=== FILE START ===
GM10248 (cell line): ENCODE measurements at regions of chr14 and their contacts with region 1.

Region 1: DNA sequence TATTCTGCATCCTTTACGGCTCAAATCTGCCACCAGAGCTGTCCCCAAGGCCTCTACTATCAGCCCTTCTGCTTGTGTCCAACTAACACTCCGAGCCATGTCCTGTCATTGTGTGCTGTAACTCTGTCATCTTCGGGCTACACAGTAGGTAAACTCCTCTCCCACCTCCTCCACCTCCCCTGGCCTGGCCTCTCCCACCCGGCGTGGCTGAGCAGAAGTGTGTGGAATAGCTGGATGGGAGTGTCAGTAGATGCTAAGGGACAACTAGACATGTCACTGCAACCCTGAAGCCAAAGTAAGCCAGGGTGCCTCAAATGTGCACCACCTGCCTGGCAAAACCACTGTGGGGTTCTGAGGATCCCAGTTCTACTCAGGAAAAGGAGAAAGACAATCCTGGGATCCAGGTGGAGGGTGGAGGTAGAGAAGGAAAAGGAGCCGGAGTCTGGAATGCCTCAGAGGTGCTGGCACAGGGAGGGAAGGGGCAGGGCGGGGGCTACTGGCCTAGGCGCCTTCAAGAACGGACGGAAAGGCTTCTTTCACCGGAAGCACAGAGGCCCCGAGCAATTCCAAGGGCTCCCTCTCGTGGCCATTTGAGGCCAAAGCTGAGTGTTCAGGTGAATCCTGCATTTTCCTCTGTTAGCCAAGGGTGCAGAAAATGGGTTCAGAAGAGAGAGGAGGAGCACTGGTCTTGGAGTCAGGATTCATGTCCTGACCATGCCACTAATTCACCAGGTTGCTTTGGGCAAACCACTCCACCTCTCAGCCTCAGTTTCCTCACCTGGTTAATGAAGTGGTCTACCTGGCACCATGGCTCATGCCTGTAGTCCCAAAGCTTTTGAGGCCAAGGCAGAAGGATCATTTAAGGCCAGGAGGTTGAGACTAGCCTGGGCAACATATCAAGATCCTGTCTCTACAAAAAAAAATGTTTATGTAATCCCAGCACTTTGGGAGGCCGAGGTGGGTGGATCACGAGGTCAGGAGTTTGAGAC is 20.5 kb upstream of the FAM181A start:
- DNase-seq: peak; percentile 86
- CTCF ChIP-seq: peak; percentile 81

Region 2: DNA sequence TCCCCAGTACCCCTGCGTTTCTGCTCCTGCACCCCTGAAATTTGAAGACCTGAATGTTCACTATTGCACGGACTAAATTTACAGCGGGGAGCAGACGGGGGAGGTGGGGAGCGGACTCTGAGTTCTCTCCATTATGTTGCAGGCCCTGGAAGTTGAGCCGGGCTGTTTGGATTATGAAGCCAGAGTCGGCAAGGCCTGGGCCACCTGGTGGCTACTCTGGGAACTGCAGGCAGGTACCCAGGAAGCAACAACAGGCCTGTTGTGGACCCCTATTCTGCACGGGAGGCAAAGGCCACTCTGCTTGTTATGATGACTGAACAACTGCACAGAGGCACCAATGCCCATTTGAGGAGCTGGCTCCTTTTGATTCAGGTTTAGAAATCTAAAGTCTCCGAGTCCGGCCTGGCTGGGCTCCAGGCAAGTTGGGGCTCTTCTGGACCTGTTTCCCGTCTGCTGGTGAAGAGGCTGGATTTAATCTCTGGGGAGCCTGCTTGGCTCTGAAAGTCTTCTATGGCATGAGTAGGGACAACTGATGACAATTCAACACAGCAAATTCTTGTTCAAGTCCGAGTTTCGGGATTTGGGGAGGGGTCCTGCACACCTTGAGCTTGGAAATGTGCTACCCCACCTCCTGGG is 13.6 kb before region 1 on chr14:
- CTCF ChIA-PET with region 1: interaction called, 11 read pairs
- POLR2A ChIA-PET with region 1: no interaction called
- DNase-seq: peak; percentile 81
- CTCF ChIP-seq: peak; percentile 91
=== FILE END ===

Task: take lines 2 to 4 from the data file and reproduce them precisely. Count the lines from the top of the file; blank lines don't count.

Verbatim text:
Region 1: DNA sequence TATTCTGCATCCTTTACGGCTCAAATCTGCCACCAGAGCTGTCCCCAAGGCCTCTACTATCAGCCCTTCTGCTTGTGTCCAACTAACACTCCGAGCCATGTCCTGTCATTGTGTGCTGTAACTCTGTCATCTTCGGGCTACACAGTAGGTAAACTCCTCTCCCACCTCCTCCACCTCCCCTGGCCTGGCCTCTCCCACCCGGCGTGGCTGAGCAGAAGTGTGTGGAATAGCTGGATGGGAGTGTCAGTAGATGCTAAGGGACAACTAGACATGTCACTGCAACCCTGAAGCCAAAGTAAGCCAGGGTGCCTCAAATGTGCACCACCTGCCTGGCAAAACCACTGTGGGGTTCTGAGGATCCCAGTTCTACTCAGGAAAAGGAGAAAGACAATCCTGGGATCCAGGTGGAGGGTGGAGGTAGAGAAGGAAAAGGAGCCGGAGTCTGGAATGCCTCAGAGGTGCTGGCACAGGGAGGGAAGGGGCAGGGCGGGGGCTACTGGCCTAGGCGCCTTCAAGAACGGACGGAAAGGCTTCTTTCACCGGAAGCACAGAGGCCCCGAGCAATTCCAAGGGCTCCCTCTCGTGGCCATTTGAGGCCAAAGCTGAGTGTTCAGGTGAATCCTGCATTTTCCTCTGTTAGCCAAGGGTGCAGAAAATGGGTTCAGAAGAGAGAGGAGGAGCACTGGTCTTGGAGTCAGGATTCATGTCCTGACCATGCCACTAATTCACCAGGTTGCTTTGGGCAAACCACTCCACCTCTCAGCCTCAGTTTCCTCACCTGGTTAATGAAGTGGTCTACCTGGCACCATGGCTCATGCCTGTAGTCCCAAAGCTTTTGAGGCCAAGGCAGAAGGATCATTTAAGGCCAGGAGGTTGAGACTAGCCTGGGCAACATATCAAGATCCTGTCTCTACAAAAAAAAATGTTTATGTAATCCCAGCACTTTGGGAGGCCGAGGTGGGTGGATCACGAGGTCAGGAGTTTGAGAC is 20.5 kb upstream of the FAM181A start:
- DNase-seq: peak; percentile 86
- CTCF ChIP-seq: peak; percentile 81